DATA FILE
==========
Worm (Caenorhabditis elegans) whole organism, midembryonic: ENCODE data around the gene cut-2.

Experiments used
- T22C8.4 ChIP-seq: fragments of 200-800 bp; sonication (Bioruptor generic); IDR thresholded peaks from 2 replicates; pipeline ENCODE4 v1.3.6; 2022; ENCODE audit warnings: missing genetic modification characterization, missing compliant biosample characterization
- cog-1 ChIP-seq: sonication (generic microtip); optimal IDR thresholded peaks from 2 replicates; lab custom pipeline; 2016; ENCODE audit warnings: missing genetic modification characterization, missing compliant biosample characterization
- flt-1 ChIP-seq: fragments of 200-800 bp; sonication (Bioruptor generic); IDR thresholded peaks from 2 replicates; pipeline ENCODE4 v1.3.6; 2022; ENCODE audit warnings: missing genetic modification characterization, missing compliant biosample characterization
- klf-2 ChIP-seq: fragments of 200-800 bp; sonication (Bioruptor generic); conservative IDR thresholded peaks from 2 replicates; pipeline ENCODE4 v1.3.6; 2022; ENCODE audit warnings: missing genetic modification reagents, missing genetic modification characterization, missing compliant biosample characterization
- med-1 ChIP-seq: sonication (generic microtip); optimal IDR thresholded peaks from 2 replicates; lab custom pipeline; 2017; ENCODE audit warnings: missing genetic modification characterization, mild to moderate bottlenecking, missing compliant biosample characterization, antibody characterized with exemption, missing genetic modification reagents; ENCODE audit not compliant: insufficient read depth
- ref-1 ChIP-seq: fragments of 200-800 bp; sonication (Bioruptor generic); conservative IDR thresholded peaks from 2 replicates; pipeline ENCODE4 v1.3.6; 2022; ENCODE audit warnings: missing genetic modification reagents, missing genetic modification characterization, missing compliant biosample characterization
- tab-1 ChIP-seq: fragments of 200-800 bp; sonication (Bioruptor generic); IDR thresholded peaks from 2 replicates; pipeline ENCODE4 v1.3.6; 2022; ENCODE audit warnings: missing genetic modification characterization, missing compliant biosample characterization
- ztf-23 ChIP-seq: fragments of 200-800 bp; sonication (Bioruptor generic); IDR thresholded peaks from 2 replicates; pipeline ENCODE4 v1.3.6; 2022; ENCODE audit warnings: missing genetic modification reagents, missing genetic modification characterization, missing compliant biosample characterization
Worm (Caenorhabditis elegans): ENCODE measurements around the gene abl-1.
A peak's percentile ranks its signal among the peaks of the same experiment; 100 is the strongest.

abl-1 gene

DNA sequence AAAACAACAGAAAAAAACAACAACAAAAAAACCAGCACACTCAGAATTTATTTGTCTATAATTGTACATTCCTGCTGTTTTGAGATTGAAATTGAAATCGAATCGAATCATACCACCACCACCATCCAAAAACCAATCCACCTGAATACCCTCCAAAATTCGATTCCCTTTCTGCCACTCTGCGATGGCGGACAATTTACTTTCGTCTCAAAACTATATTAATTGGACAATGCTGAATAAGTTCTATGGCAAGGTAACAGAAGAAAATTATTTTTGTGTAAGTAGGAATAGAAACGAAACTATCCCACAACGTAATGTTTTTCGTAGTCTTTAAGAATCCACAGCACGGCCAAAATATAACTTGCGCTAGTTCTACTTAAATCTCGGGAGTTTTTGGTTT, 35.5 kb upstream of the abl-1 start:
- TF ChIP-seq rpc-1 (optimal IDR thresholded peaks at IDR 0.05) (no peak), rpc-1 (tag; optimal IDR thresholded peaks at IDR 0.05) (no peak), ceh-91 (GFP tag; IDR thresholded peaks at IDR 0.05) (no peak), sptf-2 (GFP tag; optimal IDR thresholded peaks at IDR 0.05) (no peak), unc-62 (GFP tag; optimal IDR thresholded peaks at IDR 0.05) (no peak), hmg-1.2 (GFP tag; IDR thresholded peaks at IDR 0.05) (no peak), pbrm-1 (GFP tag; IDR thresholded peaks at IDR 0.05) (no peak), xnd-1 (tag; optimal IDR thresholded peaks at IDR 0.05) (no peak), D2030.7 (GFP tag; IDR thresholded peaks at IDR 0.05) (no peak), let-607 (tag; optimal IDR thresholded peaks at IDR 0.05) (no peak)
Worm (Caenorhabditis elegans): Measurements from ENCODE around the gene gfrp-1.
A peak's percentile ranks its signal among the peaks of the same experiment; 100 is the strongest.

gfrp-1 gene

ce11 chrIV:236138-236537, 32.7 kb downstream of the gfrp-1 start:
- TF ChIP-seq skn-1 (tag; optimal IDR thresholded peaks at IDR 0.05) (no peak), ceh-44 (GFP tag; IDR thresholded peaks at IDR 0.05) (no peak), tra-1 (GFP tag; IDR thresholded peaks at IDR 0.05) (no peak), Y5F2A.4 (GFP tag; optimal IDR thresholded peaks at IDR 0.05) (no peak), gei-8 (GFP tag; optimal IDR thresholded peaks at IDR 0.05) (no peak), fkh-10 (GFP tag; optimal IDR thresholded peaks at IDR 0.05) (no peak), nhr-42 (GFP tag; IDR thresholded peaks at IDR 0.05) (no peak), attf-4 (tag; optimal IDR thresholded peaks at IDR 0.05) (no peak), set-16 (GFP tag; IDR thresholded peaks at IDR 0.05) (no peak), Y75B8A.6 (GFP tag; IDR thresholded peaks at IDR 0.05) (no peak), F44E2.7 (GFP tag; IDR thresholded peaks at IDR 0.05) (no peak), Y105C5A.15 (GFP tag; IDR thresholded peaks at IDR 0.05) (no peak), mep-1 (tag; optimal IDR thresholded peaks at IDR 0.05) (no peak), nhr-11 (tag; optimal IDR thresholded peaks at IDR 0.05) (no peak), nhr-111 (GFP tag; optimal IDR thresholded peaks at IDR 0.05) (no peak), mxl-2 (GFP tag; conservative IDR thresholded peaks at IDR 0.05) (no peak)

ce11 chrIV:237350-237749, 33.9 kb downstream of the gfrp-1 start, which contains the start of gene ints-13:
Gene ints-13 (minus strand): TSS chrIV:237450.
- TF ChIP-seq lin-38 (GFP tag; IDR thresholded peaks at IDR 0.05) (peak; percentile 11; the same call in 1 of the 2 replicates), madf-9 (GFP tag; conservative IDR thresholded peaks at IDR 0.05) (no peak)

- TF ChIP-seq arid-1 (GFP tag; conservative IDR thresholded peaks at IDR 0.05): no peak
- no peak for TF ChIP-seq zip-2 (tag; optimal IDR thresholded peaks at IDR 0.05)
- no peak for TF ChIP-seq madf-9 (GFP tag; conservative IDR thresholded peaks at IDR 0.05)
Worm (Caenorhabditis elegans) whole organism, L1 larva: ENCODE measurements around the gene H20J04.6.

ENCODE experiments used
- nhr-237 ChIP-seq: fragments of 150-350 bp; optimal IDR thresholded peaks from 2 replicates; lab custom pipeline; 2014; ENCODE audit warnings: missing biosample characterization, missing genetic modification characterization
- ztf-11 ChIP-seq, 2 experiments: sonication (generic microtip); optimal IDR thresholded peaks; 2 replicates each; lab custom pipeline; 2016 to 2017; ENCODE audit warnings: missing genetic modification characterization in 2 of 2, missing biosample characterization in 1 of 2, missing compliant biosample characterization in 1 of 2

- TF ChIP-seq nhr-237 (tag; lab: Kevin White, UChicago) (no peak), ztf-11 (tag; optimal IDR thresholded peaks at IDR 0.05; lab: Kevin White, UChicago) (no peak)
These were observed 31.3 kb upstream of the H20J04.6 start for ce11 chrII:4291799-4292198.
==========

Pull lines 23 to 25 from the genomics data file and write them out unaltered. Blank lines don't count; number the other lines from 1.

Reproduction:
- TF ChIP-seq lin-38 (GFP tag; IDR thresholded peaks at IDR 0.05) (peak; percentile 11; the same call in 1 of the 2 replicates), madf-9 (GFP tag; conservative IDR thresholded peaks at IDR 0.05) (no peak)

- TF ChIP-seq arid-1 (GFP tag; conservative IDR thresholded peaks at IDR 0.05): no peak
- no peak for TF ChIP-seq zip-2 (tag; optimal IDR thresholded peaks at IDR 0.05)